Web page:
Almost 500 workers at a Nestlé Canada manufacturing plant in Toronto went on strike over the weekend following contract negotiations.
According to the worker’s union, Unifor Local 252, more than 470 members from the 72 Sterling Road Factory went on strike at midnight on Saturday after contract negotiations between the two parties broke down.
“It’s a sad state of affairs,” said Eamonn Clarke, President of Unifor Local 252, said in a release.
“We’ve opened the door to precarious work, and the company has taken advantage of it, using it to line their own pockets, make more profits, and they don’t want to share anything with the workers.”
According to Clarke, the committee worked to get about 80 contract workers permanent on a temporary basis a few contracts ago. Nestle allegedly agreed to take 10 more workers every year and move them to a “P1 status,” making them permanent and entitled to benefits.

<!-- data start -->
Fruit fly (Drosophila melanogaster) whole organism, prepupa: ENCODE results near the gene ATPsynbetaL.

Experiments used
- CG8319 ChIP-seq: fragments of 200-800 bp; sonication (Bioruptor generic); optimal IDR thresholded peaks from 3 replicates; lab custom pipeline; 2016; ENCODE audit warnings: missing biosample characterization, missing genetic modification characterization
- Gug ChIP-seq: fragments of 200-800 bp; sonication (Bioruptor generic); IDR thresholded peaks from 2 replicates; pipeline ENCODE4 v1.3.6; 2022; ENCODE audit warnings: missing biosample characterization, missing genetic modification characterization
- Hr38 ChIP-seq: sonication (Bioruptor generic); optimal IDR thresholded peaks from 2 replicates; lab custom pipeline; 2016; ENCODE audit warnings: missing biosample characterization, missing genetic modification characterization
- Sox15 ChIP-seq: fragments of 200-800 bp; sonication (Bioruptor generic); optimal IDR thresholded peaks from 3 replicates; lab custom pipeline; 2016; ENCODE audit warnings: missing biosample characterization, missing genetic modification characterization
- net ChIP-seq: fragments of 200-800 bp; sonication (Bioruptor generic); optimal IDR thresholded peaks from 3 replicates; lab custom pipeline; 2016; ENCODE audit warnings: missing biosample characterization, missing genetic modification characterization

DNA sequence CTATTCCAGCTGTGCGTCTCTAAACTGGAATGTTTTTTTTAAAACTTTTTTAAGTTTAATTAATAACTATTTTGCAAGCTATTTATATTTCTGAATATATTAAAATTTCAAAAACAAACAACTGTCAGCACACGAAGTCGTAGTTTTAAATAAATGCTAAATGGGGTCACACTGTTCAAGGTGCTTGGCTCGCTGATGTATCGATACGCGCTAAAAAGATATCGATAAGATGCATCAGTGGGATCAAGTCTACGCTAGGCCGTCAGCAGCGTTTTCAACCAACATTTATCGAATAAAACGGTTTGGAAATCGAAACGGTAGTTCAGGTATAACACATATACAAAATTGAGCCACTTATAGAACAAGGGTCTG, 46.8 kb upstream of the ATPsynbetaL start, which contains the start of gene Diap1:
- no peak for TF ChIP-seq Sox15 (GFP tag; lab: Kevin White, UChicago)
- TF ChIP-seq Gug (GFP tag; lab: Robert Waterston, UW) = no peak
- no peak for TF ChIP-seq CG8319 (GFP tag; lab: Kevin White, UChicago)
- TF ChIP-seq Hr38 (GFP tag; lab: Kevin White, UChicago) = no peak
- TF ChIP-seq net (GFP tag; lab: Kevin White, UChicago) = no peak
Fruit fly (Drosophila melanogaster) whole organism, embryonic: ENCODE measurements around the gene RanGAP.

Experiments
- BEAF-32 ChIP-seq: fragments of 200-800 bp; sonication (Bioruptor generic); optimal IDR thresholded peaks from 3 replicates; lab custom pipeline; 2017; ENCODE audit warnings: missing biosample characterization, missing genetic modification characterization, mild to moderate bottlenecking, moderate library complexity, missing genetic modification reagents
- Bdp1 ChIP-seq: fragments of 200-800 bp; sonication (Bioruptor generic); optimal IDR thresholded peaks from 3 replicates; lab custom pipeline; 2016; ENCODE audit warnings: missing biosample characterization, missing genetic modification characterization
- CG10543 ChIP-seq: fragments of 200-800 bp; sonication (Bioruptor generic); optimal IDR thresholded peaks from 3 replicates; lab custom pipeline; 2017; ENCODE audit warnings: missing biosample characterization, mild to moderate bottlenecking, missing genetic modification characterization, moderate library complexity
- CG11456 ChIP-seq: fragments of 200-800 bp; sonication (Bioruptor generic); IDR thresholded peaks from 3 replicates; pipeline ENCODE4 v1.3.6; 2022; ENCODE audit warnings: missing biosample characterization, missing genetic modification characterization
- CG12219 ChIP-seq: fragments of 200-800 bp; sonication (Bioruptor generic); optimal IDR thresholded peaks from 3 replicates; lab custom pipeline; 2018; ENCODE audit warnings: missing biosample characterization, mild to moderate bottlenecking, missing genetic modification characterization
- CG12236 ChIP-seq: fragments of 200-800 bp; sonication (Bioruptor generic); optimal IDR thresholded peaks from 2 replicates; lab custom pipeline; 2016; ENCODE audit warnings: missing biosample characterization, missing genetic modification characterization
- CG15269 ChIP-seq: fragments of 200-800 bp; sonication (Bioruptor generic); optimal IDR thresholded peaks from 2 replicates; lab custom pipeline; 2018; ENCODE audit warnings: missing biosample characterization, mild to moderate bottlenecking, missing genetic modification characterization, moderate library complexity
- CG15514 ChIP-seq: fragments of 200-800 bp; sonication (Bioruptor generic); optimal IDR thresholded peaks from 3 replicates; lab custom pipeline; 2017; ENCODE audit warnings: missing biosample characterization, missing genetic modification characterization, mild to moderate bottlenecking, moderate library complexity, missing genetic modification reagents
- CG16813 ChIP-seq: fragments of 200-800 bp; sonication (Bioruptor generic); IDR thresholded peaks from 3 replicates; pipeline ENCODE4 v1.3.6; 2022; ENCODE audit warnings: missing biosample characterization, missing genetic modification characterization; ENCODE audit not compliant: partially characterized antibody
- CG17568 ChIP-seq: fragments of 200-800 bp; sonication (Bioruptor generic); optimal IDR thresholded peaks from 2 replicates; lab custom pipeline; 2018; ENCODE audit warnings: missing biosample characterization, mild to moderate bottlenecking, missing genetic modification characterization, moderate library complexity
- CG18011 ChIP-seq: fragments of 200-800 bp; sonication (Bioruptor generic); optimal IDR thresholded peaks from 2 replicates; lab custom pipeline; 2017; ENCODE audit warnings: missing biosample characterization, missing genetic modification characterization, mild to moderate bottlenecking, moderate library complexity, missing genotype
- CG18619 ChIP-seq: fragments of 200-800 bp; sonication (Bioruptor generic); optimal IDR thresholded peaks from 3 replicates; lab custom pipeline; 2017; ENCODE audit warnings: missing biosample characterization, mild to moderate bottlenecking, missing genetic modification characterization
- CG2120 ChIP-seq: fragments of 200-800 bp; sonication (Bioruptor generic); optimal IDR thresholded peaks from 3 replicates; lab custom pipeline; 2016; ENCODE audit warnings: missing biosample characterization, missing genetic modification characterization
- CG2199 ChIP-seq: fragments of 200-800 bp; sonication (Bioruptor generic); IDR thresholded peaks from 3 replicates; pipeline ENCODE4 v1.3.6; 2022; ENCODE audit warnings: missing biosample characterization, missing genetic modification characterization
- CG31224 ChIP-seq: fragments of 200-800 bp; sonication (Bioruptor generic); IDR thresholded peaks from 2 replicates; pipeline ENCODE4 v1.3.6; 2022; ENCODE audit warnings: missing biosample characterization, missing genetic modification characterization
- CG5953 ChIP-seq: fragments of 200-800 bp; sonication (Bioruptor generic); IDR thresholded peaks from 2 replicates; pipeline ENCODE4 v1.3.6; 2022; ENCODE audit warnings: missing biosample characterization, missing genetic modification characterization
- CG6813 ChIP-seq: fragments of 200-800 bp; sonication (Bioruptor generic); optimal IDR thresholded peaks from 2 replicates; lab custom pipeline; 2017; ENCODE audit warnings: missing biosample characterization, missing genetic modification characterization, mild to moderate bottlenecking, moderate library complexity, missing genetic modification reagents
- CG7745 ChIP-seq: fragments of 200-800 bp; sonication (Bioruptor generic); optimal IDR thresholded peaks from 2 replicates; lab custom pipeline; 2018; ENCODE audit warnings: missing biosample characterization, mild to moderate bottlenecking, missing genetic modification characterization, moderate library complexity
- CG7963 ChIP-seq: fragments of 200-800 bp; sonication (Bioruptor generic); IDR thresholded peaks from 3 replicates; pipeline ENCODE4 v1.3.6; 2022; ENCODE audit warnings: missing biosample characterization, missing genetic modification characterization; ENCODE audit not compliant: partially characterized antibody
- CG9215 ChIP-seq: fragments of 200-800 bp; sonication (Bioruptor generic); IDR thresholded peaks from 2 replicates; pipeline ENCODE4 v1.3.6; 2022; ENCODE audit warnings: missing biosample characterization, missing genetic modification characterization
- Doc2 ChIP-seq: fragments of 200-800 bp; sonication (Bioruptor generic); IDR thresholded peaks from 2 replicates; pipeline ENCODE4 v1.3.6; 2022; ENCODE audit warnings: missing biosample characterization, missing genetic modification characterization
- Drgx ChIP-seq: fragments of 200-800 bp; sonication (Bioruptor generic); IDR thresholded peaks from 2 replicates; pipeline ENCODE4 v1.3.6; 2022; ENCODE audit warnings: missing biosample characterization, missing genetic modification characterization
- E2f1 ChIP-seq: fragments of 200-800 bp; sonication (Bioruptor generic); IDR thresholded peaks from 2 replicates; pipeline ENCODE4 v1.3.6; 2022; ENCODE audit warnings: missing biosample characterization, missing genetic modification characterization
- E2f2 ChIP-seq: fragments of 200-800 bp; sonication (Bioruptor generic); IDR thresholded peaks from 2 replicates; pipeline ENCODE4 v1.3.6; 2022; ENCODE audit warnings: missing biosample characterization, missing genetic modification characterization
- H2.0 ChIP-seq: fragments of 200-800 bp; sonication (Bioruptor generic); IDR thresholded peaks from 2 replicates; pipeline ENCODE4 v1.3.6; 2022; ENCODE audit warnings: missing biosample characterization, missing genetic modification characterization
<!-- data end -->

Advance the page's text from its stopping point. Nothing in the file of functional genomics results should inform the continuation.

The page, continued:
“Full-time work should mean a full-time job,” said Jerry Dias, Unifor National President.
“Precarious work, and specifically the use of temporary workers in a permanent full-time capacity, is a growing problem. The gig economy, especially during the pandemic, has shown that Nestlé should be ashamed.”
A representative for Nestle Canada told Daily Hive the company presented a “fair and equitable” offer to the workers before the strike.
“Following extensive contract discussions in recent weeks, effective May 1, 2021, Unifor, the union representing production and maintenance employees at our Sterling Road Factory in Toronto, ended negotiations, and they have decided to strike,” a spokesperson said.
“We are disappointed with the union’s decision as we have presented a fair and equitable offer. We look forward to reaching a resolution and having our employees return to work.”
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Union members are also seeking better pension contributions, according to the release.
“There are no scheduled dates as of yet for negotiations to resume, but Local 252 is prepared to return to the table anytime,” states the union.